Gerald Sinstadt's Reviews > Zugzwang

Zugzwang by Ronan Bennett
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Feb 10, 11

bookshelves: fiction-general
Read from February 07 to 08, 2011

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Gerald Sinstadt One reviewer observes that the focus of Ronan Bennett's thriller is on the characters not the plot. Just as well. The characters are well drawn, sufficiently human to have both strengths and weaknesses, carefully portrayed to leave their inner allegiances ambiguous.

Then there is the plot. This is 1914 Russia, an unstable nation of aristocrats and peasants, autocrats and dissidents, spies and would-be assassins; a nation in which the police and the secret police can be both allies and enemies. Against this background, St Petersburg is staging a chess championship involving all the game's actual great figures, Alekhine et al, plus one fictitious character.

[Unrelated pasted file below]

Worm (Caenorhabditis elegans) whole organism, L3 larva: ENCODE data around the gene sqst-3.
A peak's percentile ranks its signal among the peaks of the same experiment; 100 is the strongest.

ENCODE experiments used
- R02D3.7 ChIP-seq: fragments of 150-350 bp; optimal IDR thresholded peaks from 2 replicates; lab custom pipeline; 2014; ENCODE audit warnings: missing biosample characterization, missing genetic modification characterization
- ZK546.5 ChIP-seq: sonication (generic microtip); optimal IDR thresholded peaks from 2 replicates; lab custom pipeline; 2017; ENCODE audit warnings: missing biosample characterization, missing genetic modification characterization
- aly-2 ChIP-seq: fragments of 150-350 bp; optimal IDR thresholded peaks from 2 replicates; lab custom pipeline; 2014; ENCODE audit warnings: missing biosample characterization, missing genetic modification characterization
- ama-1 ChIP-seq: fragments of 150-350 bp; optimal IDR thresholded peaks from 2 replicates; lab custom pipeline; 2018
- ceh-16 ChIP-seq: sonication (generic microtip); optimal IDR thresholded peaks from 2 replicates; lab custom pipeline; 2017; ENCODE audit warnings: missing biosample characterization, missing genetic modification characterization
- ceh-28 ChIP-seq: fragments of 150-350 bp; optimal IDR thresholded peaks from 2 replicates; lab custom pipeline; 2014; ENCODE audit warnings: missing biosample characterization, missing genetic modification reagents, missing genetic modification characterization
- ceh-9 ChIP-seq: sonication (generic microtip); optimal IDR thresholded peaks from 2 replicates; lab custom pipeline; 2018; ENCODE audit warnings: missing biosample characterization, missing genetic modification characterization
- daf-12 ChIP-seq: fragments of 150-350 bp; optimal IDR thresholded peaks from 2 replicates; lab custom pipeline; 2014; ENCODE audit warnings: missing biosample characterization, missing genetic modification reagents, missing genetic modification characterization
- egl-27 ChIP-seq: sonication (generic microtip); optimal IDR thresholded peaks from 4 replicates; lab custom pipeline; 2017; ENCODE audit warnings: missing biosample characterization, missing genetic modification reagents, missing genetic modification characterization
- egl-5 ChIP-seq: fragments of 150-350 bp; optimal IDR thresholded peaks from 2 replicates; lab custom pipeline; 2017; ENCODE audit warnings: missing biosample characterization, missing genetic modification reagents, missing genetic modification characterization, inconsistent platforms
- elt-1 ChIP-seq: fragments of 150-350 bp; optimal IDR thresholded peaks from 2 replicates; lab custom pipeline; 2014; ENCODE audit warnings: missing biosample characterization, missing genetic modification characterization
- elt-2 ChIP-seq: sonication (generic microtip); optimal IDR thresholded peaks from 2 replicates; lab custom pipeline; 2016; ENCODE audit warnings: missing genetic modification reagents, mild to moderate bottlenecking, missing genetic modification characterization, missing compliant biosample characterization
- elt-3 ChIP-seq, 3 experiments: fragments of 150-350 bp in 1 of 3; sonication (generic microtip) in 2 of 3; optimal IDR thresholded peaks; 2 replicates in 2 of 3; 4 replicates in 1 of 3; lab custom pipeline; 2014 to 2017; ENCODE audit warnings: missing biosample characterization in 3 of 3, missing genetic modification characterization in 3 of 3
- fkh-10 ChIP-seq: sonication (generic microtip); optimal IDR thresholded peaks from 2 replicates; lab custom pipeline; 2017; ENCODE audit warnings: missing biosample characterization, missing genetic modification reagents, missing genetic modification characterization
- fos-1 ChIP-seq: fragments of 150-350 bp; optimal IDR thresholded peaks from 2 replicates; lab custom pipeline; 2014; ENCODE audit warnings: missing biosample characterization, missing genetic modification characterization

Drawn into this volatile mix is Dr Spethmann, a Jewish psychoanalyst whose own long-running chess match with his friend (enemy?), Kopelzon, gives the book its title as well as mirroring the country's state of utter helplessness. It is not necessary to understand chess notation to follow the moves in Spethmann v Kopelzon, but it helps; the same is true of early 20th Century Russian history.

Just embrace the characters, let the plot whisk you through its accelerating twists and Zugzwang will not disappoint.

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